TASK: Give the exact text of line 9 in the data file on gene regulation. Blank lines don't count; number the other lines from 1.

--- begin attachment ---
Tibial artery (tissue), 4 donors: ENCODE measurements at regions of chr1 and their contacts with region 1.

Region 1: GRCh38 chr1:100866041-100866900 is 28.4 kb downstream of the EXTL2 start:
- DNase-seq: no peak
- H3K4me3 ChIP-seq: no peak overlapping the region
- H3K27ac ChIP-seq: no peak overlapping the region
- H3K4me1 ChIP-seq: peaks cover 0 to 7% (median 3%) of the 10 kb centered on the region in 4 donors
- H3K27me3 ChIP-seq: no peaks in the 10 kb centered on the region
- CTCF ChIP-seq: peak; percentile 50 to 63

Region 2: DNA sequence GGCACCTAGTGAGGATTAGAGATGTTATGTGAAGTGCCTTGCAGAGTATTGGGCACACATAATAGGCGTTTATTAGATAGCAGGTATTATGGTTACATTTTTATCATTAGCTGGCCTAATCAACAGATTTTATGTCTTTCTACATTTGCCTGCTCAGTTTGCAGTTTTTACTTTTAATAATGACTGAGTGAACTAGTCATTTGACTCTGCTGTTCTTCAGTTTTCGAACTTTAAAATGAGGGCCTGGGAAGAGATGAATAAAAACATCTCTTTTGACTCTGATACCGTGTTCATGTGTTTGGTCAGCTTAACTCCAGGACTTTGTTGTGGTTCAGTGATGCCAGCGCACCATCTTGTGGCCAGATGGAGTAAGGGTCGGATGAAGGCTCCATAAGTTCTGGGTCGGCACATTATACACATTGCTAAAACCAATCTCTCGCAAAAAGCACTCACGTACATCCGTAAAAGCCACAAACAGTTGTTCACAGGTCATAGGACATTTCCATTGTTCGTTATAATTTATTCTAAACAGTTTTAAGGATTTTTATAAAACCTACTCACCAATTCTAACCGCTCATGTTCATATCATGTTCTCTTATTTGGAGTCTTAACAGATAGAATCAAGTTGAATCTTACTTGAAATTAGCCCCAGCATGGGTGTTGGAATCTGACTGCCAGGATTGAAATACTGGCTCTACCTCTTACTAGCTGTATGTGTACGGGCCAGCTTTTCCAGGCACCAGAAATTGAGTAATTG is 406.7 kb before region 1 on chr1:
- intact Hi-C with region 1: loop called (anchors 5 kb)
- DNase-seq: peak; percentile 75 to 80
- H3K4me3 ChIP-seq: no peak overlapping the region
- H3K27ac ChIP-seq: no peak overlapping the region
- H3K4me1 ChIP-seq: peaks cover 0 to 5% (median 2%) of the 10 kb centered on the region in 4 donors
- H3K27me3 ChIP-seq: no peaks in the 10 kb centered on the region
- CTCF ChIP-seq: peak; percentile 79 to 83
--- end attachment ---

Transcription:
Region 2: DNA sequence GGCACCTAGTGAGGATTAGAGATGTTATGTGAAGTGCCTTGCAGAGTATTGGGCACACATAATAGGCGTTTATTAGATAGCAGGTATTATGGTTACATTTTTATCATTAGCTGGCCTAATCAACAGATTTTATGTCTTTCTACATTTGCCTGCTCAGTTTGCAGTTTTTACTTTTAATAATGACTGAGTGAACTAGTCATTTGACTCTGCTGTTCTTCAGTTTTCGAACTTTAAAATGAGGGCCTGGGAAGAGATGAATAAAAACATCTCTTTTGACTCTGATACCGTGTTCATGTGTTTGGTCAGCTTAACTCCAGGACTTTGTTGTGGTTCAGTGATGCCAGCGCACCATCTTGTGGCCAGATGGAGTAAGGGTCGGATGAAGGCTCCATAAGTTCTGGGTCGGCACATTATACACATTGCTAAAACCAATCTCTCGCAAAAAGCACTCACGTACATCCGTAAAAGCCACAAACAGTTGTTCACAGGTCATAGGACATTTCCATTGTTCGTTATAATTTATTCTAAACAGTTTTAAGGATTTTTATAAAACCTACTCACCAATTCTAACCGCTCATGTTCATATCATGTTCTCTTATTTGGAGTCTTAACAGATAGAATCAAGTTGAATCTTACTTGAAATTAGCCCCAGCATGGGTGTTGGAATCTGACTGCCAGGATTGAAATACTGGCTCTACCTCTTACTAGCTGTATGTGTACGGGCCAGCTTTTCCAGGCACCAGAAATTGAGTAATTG is 406.7 kb before region 1 on chr1: